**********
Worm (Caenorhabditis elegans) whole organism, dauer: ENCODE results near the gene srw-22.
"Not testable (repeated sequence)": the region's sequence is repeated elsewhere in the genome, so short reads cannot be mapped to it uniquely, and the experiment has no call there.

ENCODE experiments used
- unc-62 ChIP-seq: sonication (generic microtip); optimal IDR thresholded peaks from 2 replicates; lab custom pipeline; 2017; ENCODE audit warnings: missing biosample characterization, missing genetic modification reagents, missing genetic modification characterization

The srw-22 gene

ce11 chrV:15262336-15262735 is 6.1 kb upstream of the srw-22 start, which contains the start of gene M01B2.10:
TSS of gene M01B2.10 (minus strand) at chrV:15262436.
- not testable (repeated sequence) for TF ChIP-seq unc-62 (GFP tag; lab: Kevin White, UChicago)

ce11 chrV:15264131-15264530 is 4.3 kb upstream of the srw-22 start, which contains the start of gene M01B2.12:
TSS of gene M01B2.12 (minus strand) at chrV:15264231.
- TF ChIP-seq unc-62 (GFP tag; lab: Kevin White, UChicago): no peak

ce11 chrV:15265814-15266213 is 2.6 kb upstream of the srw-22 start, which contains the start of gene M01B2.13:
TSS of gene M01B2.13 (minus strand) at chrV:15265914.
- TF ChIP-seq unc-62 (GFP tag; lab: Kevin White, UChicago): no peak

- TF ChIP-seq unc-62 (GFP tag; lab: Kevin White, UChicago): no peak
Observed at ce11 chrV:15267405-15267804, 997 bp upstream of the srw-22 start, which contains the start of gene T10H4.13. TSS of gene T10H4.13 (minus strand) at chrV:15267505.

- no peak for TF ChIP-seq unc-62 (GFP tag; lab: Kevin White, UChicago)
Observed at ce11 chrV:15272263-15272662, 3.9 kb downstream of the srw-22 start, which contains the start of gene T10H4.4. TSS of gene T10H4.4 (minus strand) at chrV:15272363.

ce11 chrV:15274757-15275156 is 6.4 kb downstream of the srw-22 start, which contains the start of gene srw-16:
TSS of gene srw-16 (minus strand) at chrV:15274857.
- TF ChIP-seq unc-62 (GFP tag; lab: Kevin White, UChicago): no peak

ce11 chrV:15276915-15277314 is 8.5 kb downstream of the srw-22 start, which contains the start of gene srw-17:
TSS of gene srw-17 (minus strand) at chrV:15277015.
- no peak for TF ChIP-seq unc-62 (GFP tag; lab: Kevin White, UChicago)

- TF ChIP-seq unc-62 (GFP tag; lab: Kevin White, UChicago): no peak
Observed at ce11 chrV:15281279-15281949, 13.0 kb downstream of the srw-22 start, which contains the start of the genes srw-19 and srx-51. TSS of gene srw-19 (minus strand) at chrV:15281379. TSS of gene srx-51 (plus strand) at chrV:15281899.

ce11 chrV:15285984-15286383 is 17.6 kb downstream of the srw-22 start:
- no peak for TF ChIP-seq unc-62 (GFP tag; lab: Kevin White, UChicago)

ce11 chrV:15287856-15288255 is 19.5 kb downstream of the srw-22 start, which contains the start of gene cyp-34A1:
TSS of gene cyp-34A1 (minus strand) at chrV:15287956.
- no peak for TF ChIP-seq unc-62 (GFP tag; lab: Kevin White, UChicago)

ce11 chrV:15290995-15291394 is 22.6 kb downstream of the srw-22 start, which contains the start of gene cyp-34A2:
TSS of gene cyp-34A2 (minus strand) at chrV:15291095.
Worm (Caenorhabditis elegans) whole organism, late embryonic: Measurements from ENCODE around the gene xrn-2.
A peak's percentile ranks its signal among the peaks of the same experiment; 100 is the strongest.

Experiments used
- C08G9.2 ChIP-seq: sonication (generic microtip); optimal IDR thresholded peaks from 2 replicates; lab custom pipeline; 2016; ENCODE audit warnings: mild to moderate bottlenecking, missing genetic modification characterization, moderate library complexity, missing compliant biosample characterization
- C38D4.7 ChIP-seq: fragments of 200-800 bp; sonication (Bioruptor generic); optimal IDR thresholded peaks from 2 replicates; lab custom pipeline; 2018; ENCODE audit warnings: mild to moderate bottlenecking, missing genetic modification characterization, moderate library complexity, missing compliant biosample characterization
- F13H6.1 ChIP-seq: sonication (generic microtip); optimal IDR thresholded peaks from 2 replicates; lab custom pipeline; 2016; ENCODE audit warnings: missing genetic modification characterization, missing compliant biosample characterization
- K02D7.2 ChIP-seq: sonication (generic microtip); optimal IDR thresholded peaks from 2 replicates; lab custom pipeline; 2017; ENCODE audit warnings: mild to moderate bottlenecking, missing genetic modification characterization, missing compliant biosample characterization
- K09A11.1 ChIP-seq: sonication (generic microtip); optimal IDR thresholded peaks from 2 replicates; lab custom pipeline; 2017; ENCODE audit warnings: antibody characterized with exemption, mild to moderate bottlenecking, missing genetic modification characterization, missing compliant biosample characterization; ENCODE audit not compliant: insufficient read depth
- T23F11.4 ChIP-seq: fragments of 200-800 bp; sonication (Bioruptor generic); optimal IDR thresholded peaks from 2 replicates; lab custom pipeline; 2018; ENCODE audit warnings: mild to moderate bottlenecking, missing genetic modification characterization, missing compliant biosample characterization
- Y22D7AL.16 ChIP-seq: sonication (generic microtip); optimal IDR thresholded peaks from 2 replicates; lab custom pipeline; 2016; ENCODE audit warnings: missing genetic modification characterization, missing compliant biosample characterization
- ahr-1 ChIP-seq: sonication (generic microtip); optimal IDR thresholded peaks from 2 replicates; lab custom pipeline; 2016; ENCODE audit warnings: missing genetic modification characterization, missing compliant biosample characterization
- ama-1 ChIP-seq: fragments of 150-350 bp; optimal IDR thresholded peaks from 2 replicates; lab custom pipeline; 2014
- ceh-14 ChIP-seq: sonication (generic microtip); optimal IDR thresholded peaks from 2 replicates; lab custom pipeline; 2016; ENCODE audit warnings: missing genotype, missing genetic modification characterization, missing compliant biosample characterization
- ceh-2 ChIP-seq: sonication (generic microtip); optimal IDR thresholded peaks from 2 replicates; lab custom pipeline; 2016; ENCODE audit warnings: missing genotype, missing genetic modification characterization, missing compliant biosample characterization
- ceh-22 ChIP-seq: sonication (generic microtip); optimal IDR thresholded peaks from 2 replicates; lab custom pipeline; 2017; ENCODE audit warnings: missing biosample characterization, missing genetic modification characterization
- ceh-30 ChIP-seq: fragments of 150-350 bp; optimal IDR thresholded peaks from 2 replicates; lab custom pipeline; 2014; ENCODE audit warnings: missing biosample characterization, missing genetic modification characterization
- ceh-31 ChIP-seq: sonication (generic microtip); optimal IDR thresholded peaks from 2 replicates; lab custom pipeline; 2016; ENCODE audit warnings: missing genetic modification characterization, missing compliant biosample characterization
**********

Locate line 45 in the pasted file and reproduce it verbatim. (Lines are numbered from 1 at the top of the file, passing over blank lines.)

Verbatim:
- ama-1 ChIP-seq: fragments of 150-350 bp; optimal IDR thresholded peaks from 2 replicates; lab custom pipeline; 2014